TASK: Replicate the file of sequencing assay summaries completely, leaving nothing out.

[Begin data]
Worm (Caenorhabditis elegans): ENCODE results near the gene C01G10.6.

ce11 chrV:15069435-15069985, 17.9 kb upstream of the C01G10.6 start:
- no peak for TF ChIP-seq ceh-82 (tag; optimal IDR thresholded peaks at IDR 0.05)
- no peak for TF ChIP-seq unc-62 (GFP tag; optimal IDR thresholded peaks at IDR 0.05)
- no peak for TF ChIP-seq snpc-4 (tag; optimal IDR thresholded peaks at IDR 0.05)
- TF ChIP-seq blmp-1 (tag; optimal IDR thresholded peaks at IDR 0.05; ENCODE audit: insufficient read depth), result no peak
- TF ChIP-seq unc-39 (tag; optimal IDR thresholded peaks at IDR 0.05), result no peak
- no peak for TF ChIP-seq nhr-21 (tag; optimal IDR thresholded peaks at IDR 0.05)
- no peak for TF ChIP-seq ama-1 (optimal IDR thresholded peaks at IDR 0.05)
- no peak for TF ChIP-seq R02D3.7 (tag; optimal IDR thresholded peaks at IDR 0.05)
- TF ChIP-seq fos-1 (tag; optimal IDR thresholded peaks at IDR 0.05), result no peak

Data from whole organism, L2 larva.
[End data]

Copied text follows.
Worm (Caenorhabditis elegans): ENCODE results near the gene C01G10.6.

ce11 chrV:15069435-15069985, 17.9 kb upstream of the C01G10.6 start:
- no peak for TF ChIP-seq ceh-82 (tag; optimal IDR thresholded peaks at IDR 0.05)
- no peak for TF ChIP-seq unc-62 (GFP tag; optimal IDR thresholded peaks at IDR 0.05)
- no peak for TF ChIP-seq snpc-4 (tag; optimal IDR thresholded peaks at IDR 0.05)
- TF ChIP-seq blmp-1 (tag; optimal IDR thresholded peaks at IDR 0.05; ENCODE audit: insufficient read depth), result no peak
- TF ChIP-seq unc-39 (tag; optimal IDR thresholded peaks at IDR 0.05), result no peak
- no peak for TF ChIP-seq nhr-21 (tag; optimal IDR thresholded peaks at IDR 0.05)
- no peak for TF ChIP-seq ama-1 (optimal IDR thresholded peaks at IDR 0.05)
- no peak for TF ChIP-seq R02D3.7 (tag; optimal IDR thresholded peaks at IDR 0.05)
- TF ChIP-seq fos-1 (tag; optimal IDR thresholded peaks at IDR 0.05), result no peak

Data from whole organism, L2 larva.